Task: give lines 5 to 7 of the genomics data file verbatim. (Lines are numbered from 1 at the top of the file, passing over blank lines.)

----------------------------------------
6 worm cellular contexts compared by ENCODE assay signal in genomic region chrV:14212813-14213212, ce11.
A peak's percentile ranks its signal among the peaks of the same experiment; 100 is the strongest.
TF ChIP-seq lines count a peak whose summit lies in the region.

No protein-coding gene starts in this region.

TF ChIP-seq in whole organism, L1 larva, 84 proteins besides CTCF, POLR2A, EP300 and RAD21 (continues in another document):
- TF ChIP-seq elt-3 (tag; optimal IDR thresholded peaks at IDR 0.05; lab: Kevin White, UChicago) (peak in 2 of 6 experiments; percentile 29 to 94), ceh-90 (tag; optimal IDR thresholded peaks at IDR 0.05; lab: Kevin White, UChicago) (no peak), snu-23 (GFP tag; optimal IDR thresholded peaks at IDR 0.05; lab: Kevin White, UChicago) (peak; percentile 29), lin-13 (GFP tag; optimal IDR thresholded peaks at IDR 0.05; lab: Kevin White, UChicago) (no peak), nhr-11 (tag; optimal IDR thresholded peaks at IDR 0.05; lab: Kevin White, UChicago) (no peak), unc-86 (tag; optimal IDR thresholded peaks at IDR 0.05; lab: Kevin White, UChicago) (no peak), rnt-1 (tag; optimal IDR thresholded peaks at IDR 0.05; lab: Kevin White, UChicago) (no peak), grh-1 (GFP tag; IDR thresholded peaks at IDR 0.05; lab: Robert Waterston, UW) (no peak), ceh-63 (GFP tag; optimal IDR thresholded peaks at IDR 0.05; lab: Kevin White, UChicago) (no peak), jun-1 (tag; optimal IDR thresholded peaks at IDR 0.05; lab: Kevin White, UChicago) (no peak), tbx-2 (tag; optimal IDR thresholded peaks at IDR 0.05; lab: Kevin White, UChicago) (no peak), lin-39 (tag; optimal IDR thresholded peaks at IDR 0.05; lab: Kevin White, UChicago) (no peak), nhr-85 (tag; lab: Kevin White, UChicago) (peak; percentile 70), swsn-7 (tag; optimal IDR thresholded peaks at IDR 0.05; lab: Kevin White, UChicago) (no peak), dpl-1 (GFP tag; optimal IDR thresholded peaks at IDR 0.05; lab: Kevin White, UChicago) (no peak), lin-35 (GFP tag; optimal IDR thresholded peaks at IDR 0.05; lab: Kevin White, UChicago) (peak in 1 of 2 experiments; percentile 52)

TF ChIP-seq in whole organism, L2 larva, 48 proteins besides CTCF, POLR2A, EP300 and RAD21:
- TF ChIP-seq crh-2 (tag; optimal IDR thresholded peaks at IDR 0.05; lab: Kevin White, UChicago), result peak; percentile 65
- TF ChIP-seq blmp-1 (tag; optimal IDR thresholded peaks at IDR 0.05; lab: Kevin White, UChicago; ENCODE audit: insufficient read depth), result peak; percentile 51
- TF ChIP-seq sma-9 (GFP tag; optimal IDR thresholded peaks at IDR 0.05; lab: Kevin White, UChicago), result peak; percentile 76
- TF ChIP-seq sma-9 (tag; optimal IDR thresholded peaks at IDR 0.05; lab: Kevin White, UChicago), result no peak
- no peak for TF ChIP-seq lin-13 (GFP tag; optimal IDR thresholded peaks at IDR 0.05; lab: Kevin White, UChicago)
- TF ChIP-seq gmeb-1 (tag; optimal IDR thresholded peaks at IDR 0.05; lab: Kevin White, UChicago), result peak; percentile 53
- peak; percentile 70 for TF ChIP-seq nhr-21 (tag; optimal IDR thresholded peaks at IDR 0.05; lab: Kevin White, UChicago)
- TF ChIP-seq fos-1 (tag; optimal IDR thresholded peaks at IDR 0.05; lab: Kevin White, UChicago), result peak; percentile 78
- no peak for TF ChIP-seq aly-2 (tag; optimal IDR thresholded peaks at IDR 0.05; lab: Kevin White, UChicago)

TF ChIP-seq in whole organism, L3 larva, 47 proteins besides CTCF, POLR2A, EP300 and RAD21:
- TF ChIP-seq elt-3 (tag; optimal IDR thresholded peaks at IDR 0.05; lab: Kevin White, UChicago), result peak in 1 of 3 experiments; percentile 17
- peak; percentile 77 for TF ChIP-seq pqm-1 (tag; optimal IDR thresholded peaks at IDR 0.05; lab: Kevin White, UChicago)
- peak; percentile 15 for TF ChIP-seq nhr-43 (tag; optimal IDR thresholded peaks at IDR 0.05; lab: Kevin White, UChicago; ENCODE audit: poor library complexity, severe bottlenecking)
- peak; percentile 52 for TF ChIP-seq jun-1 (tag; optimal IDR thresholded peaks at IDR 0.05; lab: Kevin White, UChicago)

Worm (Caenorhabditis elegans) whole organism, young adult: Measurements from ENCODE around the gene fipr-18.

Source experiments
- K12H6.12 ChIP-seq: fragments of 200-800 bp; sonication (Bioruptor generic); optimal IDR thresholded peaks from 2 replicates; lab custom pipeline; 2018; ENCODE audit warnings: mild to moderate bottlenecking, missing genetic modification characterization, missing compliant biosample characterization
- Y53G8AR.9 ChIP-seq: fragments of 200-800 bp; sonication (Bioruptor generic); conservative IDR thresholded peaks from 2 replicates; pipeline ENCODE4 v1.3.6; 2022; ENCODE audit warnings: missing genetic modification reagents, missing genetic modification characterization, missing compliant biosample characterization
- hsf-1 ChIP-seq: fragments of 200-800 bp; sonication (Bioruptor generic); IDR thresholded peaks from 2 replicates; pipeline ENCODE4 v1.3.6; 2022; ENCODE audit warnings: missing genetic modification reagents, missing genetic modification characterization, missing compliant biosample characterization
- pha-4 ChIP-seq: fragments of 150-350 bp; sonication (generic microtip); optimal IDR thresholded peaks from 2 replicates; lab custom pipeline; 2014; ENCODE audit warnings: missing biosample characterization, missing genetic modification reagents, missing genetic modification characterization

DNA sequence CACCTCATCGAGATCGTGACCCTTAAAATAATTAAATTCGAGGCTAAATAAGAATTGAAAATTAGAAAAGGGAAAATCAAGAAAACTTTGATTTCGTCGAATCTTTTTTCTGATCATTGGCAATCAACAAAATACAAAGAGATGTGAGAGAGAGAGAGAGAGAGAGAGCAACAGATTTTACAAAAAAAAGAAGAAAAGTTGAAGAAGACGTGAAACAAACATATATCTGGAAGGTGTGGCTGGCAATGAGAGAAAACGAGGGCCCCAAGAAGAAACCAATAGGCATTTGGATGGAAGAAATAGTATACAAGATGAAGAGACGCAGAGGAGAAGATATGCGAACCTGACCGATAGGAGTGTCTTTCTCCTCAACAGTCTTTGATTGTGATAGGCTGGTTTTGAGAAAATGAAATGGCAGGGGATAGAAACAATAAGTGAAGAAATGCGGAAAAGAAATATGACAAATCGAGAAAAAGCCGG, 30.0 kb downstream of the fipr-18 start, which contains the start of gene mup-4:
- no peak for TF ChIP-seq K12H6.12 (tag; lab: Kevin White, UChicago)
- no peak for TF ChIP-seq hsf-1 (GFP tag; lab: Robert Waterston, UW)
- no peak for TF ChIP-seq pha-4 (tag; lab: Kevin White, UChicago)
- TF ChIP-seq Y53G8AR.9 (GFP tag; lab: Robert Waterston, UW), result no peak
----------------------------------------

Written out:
TF ChIP-seq in whole organism, L1 larva, 84 proteins besides CTCF, POLR2A, EP300 and RAD21 (continues in another document):
- TF ChIP-seq elt-3 (tag; optimal IDR thresholded peaks at IDR 0.05; lab: Kevin White, UChicago) (peak in 2 of 6 experiments; percentile 29 to 94), ceh-90 (tag; optimal IDR thresholded peaks at IDR 0.05; lab: Kevin White, UChicago) (no peak), snu-23 (GFP tag; optimal IDR thresholded peaks at IDR 0.05; lab: Kevin White, UChicago) (peak; percentile 29), lin-13 (GFP tag; optimal IDR thresholded peaks at IDR 0.05; lab: Kevin White, UChicago) (no peak), nhr-11 (tag; optimal IDR thresholded peaks at IDR 0.05; lab: Kevin White, UChicago) (no peak), unc-86 (tag; optimal IDR thresholded peaks at IDR 0.05; lab: Kevin White, UChicago) (no peak), rnt-1 (tag; optimal IDR thresholded peaks at IDR 0.05; lab: Kevin White, UChicago) (no peak), grh-1 (GFP tag; IDR thresholded peaks at IDR 0.05; lab: Robert Waterston, UW) (no peak), ceh-63 (GFP tag; optimal IDR thresholded peaks at IDR 0.05; lab: Kevin White, UChicago) (no peak), jun-1 (tag; optimal IDR thresholded peaks at IDR 0.05; lab: Kevin White, UChicago) (no peak), tbx-2 (tag; optimal IDR thresholded peaks at IDR 0.05; lab: Kevin White, UChicago) (no peak), lin-39 (tag; optimal IDR thresholded peaks at IDR 0.05; lab: Kevin White, UChicago) (no peak), nhr-85 (tag; lab: Kevin White, UChicago) (peak; percentile 70), swsn-7 (tag; optimal IDR thresholded peaks at IDR 0.05; lab: Kevin White, UChicago) (no peak), dpl-1 (GFP tag; optimal IDR thresholded peaks at IDR 0.05; lab: Kevin White, UChicago) (no peak), lin-35 (GFP tag; optimal IDR thresholded peaks at IDR 0.05; lab: Kevin White, UChicago) (peak in 1 of 2 experiments; percentile 52)

TF ChIP-seq in whole organism, L2 larva, 48 proteins besides CTCF, POLR2A, EP300 and RAD21: